For years, I’ve read essays in which students seem to think that on the eve of the American Civil War all people were either abolitionists or slaveholders. But abolitionists and slave-holders were actually at the far ends of the bell curve of the United States’ population.
Most Americans occupied an ambiguous middle, between pro-slave and anti-slave views, but not necessarily owning slaves or calling for outright abolition. In fact, during the 1850s, the real debate was about curtailing the expansion of slavery, not ending it in the near term.
Abolitionism is one of the complex historical topics that is always over-simplified in textbook accounts of history. The conventional story is that William Garrison was the avant-garde of an abolitionist movement radiating out of New England in the 1830s. By the 1860s, much of the northern population had come over to his side. From this view, the liberal victory over slavery came from the relentless social pressure of the abolitionists.
In reality, though, there were a variety of anti-slavery positions in antebellum America. Let’s focus on just four of them. We know that William Garrison argued for immediate abolition, and justified it on moral and social grounds. But the North Carolinian Hinton Helper opposed slavery for its supposed economic inefficiencies and called for gradual abolition, partly through initiatives that would settle emancipated slaves abroad. Abraham Lincoln’s political opponent, Stephen A. Douglas, took the most moderate view on slavery with his belief that if each state could determine its own laws on slavery, the institution would slowly die out. Finally, we can add the libertarian Lysander Spooner, who argued that slavery was antagonistic to natural rights and the Constitution. Spooner called for vigilantes to punish slaveholders.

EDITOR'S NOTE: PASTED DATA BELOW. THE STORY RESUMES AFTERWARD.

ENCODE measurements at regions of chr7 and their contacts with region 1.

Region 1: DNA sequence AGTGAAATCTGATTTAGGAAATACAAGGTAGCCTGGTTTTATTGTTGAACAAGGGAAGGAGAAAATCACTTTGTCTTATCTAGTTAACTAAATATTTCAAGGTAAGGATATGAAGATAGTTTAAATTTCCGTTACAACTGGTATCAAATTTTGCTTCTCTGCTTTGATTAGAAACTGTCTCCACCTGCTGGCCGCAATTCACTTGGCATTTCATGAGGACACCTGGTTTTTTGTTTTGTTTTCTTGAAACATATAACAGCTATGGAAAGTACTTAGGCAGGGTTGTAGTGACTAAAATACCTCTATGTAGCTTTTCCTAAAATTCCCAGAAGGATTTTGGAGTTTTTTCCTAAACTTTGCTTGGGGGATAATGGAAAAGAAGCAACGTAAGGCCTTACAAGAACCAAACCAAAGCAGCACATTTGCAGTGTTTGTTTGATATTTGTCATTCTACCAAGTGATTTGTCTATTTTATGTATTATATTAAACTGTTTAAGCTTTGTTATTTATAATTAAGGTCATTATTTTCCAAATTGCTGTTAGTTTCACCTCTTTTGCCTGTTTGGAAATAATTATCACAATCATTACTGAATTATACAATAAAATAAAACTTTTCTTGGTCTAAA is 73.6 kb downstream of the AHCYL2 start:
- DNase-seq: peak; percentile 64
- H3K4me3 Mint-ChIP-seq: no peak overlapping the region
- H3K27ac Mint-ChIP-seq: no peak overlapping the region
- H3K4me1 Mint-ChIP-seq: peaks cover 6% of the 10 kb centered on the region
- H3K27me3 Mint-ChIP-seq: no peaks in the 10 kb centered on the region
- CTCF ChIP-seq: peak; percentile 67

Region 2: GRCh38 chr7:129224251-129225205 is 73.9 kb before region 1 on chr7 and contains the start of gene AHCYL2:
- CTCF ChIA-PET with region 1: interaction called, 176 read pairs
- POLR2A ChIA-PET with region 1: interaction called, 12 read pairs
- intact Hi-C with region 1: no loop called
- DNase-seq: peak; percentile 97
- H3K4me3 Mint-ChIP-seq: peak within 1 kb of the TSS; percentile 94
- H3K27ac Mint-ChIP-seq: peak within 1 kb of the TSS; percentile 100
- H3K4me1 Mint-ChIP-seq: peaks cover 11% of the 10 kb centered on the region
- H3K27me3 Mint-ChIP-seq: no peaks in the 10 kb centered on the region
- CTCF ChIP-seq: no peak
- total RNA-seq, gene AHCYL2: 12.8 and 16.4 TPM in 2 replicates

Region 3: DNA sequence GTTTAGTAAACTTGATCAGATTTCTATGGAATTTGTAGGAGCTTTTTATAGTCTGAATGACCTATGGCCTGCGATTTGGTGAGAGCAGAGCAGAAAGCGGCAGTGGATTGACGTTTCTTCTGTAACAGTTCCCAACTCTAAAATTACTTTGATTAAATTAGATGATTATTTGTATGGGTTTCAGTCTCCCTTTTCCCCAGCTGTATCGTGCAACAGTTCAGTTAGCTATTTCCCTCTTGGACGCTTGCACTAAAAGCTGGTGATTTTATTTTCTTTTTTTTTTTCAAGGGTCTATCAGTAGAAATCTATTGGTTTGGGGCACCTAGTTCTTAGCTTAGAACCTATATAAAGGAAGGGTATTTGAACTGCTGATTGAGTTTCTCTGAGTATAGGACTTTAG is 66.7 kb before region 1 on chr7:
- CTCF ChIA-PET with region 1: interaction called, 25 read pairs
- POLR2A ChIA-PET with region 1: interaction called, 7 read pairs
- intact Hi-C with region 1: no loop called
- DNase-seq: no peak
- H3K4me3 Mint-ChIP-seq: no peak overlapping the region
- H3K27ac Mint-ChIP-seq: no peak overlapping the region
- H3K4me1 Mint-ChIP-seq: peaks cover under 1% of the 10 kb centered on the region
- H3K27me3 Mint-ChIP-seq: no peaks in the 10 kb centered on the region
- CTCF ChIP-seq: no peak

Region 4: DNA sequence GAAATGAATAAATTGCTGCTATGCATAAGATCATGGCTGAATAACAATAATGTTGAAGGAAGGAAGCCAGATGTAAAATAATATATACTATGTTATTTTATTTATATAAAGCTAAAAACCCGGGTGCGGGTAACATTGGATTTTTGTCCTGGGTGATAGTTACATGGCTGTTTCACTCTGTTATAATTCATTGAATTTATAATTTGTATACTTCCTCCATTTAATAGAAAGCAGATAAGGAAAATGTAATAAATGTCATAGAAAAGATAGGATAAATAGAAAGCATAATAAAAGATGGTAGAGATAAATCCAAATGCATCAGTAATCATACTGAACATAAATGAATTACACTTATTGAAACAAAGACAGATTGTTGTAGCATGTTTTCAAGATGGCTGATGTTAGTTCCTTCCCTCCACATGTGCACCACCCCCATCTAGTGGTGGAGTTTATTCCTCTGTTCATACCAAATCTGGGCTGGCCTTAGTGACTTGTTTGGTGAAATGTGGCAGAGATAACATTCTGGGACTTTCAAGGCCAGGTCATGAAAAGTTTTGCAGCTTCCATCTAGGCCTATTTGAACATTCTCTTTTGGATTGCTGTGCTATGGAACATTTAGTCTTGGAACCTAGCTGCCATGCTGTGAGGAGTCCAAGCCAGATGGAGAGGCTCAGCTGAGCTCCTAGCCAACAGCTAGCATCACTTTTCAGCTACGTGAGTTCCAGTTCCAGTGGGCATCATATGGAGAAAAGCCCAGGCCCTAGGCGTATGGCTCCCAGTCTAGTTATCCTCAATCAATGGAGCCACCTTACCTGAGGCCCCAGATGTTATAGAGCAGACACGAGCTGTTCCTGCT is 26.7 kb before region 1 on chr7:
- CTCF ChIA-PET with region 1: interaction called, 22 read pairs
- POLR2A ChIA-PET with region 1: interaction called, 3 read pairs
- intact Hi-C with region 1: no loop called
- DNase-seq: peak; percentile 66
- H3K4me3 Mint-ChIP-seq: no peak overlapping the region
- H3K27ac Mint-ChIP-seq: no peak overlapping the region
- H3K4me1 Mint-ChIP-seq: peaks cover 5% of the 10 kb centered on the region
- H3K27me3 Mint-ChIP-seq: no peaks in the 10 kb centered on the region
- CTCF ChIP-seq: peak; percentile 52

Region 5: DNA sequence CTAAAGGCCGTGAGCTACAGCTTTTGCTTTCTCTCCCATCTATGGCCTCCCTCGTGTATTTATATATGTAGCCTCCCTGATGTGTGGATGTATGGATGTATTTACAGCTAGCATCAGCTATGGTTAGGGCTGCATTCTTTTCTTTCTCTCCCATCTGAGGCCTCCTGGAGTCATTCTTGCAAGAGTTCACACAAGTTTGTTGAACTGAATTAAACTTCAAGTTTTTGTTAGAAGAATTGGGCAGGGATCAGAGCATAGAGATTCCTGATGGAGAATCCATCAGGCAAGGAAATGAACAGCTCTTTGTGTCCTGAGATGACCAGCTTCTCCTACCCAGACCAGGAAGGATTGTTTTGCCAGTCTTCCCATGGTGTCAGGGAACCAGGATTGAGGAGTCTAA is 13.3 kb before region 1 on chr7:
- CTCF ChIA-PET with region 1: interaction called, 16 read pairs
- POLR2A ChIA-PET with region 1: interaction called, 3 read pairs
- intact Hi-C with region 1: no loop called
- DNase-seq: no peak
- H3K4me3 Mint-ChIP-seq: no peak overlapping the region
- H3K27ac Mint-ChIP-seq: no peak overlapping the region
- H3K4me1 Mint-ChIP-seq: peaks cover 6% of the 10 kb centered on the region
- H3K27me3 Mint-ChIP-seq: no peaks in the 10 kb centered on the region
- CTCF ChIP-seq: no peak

This matrix helps us to explore and argue a variety of anti-slavery positions. In classroom debates on this topic, a surprising number of students gravitate towards non-Garrisonian positions. They might find the economic arguments against slavery more convincing, or a radical approach more compelling. Through this process, and in their own struggles to choose a position in the matrix, students learn something about the difficult decisions that faced the anti-slavery contingent alone.
They also learn about the value of liberal debate. Conventional wisdom is that the force of the radical abolitionists won America over and ended slavery. But in my view, the decades of debate about slavery were necessary to push society towards accepting slavery’s demise. The most famous example of moderate and somewhat more radical positions engaging in civil debate is the Lincoln-Douglass debates of 1858. But a very active source of debate was on the east coast, where immediatists, gradualists, and colonizationists argued over the proper form of abolitionism. Although many Americans became stronger defenders of slavery when faced with calls for its abolition, in the long run, the anti-slavery movement grew because we had a liberal enough society to allow for debate. Gradual, moderate anti-slavery views were a stepping-stone towards abolition.
Liberty develops in fits and starts, and there is no guarantee that it will succeed. When studying history closely we learn that seldom is there one force or idea that is wholly good or wholly bad. But by recognizing the varieties of antebellum anti-slavery ideas, we see that the general thrust of the period was towards increasing freedom.